I am a sucker for a good rockumentary (do they even use that word anymore?). To this day, The Last Waltz is one of the few Scorsese films I’ve seen in its entirety, and even though I don’t have much love left for Metallica, the tour doc “A Year and a Half in the Life of …” is a film that I still think back upon with fondness. Rock docs are the type of films that hit me in that sweet spot where my interests in both pop culture and history lie, so I’ll take a look at just about any one of them if given the chance. This film had been sitting on my DVR since back in January when it first aired as part of PBS’ Independent Lens film series, and it was only until this week that I was able to sit down and watch it.
Tracing the contributions that Native Americans have made to blues, jazz, rock, and pop music over the past hundred years, Rumble is one of those films that doesn’t just highlight a bunch of really good musicians, it truly educates you with regard to one culture’s oft-ignored contribution to popular culture. Filmmakers Catherine Bainbridge and Alfonso Maiorana begin with the song that gives the film its name, “Rumble” by Link Wray and his Ray Men (a song whose opening riff a number of people might identify from its use in Pulp Fiction) and through interviews with a number of rock musicians and journalists discuss his influence on generations of guitarists before heading even further back to talk about blues musician Charley Patton, jazz singer Mildred Bailey (who was a major influence on Tony Bennett) and then pushing forward through the rock era by looking at Jimi Hendrix, Jesse Ed Davis, Redbone, and Randy Castillo.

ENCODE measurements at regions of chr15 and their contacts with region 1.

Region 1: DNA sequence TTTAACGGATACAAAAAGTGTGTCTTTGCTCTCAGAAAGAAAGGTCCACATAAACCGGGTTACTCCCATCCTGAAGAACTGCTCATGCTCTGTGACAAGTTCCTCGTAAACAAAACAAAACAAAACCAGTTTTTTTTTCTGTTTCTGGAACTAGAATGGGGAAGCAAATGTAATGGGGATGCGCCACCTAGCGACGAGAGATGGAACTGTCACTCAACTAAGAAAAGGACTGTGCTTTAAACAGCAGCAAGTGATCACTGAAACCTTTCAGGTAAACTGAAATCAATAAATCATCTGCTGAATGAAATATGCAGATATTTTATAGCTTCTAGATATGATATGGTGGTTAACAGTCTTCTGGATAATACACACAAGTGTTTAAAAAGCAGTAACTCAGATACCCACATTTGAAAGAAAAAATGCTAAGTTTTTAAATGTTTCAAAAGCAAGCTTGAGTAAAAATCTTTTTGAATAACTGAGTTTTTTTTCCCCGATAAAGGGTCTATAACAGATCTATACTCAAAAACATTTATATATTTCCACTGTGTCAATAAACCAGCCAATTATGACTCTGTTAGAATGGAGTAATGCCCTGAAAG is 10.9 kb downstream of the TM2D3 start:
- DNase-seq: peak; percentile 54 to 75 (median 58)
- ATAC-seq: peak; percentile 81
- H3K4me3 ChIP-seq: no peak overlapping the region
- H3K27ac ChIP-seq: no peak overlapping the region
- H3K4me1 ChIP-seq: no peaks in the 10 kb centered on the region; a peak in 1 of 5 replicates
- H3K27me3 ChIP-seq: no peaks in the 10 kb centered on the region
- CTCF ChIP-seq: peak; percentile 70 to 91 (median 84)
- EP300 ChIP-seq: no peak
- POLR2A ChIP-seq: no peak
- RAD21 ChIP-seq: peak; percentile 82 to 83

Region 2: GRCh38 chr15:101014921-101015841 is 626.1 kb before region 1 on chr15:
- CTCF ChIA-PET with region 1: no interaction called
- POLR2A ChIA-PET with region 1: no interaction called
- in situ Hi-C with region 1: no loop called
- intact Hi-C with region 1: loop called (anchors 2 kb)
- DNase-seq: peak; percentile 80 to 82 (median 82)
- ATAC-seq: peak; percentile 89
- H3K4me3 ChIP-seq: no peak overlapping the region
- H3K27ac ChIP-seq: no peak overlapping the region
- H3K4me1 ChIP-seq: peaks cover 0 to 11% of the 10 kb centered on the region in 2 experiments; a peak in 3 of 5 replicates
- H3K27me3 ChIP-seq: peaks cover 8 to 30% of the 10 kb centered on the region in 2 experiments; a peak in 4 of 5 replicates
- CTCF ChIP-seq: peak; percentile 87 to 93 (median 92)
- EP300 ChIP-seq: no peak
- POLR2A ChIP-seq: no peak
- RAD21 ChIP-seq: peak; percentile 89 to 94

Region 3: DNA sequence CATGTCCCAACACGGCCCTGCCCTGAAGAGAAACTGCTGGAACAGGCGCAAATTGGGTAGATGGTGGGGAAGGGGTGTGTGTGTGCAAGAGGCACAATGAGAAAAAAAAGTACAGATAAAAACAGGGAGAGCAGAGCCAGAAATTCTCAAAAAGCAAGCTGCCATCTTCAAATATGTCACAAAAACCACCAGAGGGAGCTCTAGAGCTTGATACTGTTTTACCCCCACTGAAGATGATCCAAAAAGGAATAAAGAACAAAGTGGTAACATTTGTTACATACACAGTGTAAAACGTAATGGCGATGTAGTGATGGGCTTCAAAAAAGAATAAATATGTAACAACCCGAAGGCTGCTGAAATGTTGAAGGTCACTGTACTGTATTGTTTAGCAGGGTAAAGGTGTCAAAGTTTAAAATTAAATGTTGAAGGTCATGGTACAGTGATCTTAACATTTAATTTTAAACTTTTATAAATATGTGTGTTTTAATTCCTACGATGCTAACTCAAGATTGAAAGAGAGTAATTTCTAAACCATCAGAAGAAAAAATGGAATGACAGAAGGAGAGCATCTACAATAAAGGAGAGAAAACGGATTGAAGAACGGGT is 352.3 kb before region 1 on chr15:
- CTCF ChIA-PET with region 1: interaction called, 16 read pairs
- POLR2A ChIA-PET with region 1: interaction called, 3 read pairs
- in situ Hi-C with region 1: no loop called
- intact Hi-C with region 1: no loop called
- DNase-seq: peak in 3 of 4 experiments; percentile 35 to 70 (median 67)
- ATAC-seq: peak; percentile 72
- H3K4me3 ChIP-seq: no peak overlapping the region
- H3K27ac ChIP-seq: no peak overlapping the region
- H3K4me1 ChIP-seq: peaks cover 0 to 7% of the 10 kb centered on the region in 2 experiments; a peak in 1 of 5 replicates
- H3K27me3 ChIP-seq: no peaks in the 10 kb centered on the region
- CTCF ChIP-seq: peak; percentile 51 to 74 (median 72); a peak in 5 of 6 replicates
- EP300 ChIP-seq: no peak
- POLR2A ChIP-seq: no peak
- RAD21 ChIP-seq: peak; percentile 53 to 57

So it’s a film that, of course, points out the way that Native American culture was expressed in pop music, but what sets it apart from being a 90-minute checklist of personalities and archival performance footage is how the filmmakers educate us as far as the actual musical influence that Native culture has on these very American genres. There are segments where people show us the rhythm of traditional songs and how well they match up to the blues; furthermore, there is a portion of the film devoted to the long history of the treatment of Native Americans in the Nineteenth and Twentieth Centuries as well as their relationship and intermixing with African-American culture.
This is the type of music documentary that sends you to Spotify or YouTube so you can look up the artists who were featured, even if it’s not the type of music you would normally listen to. It’s a fantastic insight into a culture that is very different from the one in which I grew up and should be required viewing for anyone who seeks to know more about being both American and a musician.
I don’t have a physical copy of this (it was DVR’ed), so my rating is more along the lines of a must watch.
You can find out more about it here: Rumble: The Indians Who Rocked the World